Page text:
GBP struggles despite forward market expectations for the Bank of England at the high of the cycle. The natural gas disruptions in the UK and implications for industry, together with labor shortages may be dampening prospects for significant UK-bound investment save for in existing assets. We have GBPUSD trading rather hard down toward the key 1.3600 area and EURGBP up trading with locally pivotal 0.8600 and above – room for more pain there unless the Bank of England takes a strong stand tomorrow, and really anything they say can’t address the issues plaguing the UK growth potential here.
Weak PLN as EU showdown stakes rise. Yesterday, a high EU court ordered Poland to pay a EUR 500k daily fine for continuing to operate a lignite (low energy, highly polluting, “brown coal”) mine in the far southwest corner of Poland, closer in proximity to Czech and German population centers than any towns of note in Poland and used as feedstock for some 7% of Poland’s power generation. Poland has refused to shut down the mine or pay the fine and is hot under the collar, especially at Czech Republic, which it sees as driving the case to this outcome. It is yet another sign that the country is at odds with the EU on top of other issues like the independence of the judiciary. The zloty is close to the cycle lows versus the Euro and the central bank in Poland is dragging its feet in indicating a willingness to hike rates. If Germany sees a Red-Green government, the outlook for EU recovery fund disbursement to Poland next year and a deepening showdown are dead ahead.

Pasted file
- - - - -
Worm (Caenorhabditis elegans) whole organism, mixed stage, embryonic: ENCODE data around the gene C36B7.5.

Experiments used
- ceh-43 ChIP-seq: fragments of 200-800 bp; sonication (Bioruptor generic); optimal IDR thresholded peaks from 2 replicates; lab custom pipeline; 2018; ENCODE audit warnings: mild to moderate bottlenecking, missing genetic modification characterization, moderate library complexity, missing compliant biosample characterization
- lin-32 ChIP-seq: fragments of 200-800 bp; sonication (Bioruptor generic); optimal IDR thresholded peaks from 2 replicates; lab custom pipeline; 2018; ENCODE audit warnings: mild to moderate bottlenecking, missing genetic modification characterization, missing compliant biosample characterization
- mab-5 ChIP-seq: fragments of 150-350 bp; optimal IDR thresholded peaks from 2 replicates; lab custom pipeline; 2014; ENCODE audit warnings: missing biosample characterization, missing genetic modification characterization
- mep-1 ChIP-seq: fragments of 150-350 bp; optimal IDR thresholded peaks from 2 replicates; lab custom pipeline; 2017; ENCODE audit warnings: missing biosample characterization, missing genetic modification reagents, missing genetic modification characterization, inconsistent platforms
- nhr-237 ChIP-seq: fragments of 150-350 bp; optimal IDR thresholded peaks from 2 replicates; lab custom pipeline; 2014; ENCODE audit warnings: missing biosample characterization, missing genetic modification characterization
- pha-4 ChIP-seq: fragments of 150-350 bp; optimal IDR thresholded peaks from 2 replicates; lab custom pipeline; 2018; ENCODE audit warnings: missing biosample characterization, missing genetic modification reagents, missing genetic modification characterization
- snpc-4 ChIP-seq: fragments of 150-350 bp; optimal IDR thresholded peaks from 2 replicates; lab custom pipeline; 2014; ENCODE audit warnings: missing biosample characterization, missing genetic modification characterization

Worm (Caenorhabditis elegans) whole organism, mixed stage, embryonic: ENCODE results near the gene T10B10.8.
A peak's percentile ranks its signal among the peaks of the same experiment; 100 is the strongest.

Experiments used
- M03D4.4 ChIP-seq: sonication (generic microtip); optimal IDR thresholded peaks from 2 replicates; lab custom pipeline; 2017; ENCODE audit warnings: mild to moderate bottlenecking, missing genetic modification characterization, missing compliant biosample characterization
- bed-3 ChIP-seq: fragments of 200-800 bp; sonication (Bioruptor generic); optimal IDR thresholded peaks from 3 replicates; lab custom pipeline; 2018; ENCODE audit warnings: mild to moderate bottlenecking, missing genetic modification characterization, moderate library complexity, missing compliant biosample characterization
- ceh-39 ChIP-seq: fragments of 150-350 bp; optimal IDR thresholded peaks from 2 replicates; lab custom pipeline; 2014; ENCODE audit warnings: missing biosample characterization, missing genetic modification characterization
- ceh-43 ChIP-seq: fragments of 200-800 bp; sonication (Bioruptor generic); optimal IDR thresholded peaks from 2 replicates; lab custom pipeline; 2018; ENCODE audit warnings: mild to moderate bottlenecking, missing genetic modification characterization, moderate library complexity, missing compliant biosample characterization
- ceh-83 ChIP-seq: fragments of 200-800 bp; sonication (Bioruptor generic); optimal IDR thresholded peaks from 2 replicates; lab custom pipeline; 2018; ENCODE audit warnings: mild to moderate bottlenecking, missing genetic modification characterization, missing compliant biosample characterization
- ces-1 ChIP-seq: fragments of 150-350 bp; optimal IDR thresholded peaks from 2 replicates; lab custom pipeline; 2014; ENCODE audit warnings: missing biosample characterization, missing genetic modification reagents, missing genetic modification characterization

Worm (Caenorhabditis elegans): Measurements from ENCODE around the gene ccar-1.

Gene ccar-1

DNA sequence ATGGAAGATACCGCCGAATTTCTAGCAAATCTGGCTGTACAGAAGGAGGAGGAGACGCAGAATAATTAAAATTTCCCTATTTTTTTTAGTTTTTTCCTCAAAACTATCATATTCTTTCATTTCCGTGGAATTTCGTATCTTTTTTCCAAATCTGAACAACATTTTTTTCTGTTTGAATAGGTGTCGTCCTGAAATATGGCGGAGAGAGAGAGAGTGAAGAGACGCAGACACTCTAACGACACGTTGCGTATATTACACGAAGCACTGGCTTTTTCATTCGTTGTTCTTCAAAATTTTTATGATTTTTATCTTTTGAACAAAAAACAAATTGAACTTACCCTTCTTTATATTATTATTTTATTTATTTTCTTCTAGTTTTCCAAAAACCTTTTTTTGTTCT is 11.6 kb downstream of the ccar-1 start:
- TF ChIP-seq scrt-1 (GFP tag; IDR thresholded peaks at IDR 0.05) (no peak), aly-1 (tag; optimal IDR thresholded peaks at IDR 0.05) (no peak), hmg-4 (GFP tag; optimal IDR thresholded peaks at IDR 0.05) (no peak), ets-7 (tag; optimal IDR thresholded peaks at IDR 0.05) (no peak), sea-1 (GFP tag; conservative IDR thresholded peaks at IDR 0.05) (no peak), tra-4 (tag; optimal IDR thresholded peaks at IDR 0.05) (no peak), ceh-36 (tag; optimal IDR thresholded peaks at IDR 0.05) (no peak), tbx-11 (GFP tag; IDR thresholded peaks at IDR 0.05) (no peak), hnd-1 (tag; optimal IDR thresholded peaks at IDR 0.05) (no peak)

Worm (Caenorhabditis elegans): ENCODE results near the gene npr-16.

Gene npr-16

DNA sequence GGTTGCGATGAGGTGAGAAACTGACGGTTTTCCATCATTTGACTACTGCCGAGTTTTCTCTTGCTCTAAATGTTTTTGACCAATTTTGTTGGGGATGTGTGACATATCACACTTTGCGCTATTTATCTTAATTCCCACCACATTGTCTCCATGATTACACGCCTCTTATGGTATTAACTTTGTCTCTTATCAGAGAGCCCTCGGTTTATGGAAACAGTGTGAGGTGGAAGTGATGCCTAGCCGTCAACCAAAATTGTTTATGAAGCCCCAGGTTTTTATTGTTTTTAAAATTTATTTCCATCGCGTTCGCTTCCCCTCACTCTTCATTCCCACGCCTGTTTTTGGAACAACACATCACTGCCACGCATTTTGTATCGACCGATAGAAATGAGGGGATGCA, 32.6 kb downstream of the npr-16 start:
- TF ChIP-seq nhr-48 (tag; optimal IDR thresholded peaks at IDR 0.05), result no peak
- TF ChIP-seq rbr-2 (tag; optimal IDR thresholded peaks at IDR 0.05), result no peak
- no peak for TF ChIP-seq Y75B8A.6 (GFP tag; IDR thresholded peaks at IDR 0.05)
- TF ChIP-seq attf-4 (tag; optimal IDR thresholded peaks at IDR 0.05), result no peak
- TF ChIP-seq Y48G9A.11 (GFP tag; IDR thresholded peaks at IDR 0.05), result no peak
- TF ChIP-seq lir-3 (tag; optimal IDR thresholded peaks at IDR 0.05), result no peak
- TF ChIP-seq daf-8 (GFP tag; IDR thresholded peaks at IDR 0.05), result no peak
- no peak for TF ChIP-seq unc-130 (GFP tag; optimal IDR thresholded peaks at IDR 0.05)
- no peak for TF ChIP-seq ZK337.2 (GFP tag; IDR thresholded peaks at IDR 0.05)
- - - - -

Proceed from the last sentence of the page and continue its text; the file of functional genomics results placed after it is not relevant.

Table: FX Board of G10 and CNH trend evolution and strength
Note sterling really starting to slip in trending terms to outright negative, which could risk deepening if the BoE can’t save the pound tomorrow. Also, the commodity dollars are increasingly in synch, with the kiwi a bit unfairly resilient, given a stumble in rate expectations this week. NOK outperformance at risk tomorrow if the Norges Bank guidance isn’t sufficiently hawkish and risk sentiment doesn’t continue to improve.
Table: FX Board Trend Scoreboard for individual pairs
EURCHF is tilting back lower after the head-fake and break of all manner of resistance to the upside recently – further confirmation of this reversal needed post-FOMC (CHF sensitive to yield direction). SEK in danger of limping to the weak side if risk sentiment stays wobbly, especially after a very dovish Riksbank – note EURSEK struggling to stay negative.
Upcoming Economic Calendar Highlights (all times GMT)
- 1400 – US Aug. Existing Home Sales
- 1430 – US DoE Weekly Crude Oil and Product Inventories
- 1600 – UK Bank of England’s Woods to speak at Mansion House
- 1800 – US FOMC Meeting
- 1830 – US Fed Chair Powell Press Conference
- 2100 – Brazil Selic Rate Announcement